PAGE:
In consistent highway cruising, the Niro is quiet and silky smooth. The 1.6-liter Atkinson-cycle engine does like to make itself heard when under duress on a steeper climb, but on the generously-speed limited highways of Texas, the Niro was quiet and seemed to largely rely on its electric motor to maintain velocity. This meant that my driving partner and I could have natural, hushed conversations as the speedometer crested 80 and beyond. Kia’s use of a six-speed dual-clutch automatic in place of a more hybrid-conventional CVT likely helped its case here immensely.
If that powertrain sounds familiar, it’s because the Niro uses the same ingredients for forward motion as the Hyundai Ioniq. Although it’s packaged as a Prius-like liftback under Hyundai’s flag, Kia’s spin on the platform leaves it looking, behaving, and feeling like a vastly different car.
Although it produces just 139 system horsepower and 195 pound-feet of torque, the Niro’s stellar drag coefficient of 0.29 makes it nice and slippery to help reduce the burden on the powertrain. The Tesla Model S, for comparison, boasts a drag coefficient of 0.24.
It’s safe to say that during our drive, we weren’t driving the Niro how 99% of its owners will. Despite our best efforts, the Kia still managed to return about 35 miles per gallon over the course of a day in mixed scenarios.
“But wait,” you might say. “Kia promises close to 50.” This is true. And if you’re driving in a mature fashion, you’ll have no issue meeting that figure — surpassing it, even. In a Guinness World Record-backed attempt, a Niro drove from Los Angeles to New York City using just over four tanks of fuel — averaging about 76 miles per gallon.
You probably won’t see numbers like that in routine commuting, but from behind the wheel, it’s apparent that the Niro is eager to be meager. A gauge encompassing the speedometer points to what mode you’re using in real-time — charging, powering, and so forth. It may not be made into a game like the new Prius’ EcoScore system, but it’s enough to make you well aware of your acceleration habits in your inevitable quest for maximum MPGs.
Inside, the Niro is immediately familiar to anyone who has spent time in a new Kia. Its latest UVO system is quick and responsive, and base models come equipped with a 7-inch touchscreen (and 8-inch screen is optional on Touring models). Despite its low outside profile, the Niro feels plenty roomy inside. If you have more than two kids and/or three dogs, you might want to explore other options. But for couples and young families, the Niro will be perfectly adequate for almost any everyday situation.
The seats were comfortable enough, though on the firm side. They were (thankfully) heated and ventilated, and the center console/dashboard are positioned in a way so that driver and passenger movement is unconstrained. I didn’t spend much time there, but the backseat is generous in its leg and headroom. Adults and children should be comfortable there.
Refreshingly, Kia — even in its top-end trims — hasn’t given up on physical buttons. Stereo, climate, and even many aspects of UVO are all controlled with tangible, real-life, honest-to-god mechanical buttons. This is not only familiar to most drivers, but prevents them from getting lost in multiple layers of menus while trying to do something as asinine as turn the cabin temp up a couple degrees.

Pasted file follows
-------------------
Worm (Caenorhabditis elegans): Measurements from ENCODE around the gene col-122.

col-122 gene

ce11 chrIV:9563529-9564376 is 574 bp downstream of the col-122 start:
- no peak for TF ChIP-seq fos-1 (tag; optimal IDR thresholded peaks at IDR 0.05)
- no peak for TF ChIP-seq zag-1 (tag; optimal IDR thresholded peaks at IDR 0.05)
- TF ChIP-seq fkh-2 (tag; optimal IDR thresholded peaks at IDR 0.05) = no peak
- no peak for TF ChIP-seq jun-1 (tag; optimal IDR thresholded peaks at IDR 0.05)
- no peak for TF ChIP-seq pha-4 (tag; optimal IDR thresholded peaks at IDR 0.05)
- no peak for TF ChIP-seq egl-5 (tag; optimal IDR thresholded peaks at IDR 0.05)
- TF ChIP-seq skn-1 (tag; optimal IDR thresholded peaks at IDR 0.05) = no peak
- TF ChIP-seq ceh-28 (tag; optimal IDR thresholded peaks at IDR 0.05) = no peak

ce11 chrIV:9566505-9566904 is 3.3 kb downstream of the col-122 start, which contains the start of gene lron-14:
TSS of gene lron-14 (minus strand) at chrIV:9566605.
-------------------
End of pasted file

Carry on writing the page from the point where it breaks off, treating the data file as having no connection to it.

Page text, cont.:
We maintain that in its price class, Kia has some of the finest switchgear available. Everything form the volume knobs to the window switches feels sturdy and premium. While the buttons themselves are laid out in an orderly and intuitive fashion, we found it a little strange that the HVAC controls and stereo switches were separated into two panels: The climate buttons looked natural and in place, but the stereo dash seemed to be awkwardly floating above it in a contrasting colored piece of dashboard trim.
The steering wheel feels sturdy and imposing, with thick, meaty places to rest your hands. In an effort to minimize as much distraction as possible, Kia moved a gratuitous number of buttons to the wheel. Efficient, sure, but ultimately too much. Although owners will eventually master the large cycle of MID menus, up until then, it’s a significant distraction. Small potatoes: Virtually every automaker is doing the same.
The steering feel itself was actually quite good. The Niro handles more like an Ioniq or Forte rather than a smaller Sportage. There’s a nice weight to the steering, and it’s immediately predictable and familiar even if you’ve never sat in a Kia before. Because of it’s humble wheelbase, the Niro has a turning radius that belies its status as a small SUV.
Wrap up and review
Had you asked one of those owners with an original ’85 Excel where they saw the brand going in 35 years, it’s almost assured that no one would have answered with something close to the Niro. Hyundai and Kia have stumbled on a formula where a car can simultaneously be upscale and economical. Call it Schrödinger’s crossover: The Niro offers close to no compromises, yet exchanges hands for less than the average cost of a new car in its fanciest suit.
The Niro is a small step for Kia, but it’s a large step for compact SUVs. The Toyota RAV4 hybrid is an SUV first and hybrid second, which compromises its green car cred. Built from the ground up as a hybrid, the Niro doesn’t have that issue. Though we’re sad to inform you that there likely won’t be an all-wheel drive option made available (due to packaging issues), something that the Toyota does hold over the Kia, that hasn’t stopped thousands of people living in volatile climates from scooping up Prii.
Niro has the ability to broaden the appeal of a highly efficient hybrid beyond coexist sticker-slapping hippies and into the suburban mainstream. That fact alone makes it unique in its segment, never mind the fact that it’s the first purpose-built hybrid crossover SUV.
You won’t leave streaks of rubber and a few bars of “Freebird” in your wake after picking up the kids, but you won’t be embarrassed to be seen in one either. All hail the new king hybrid multitasker, the 2017 Kia Niro.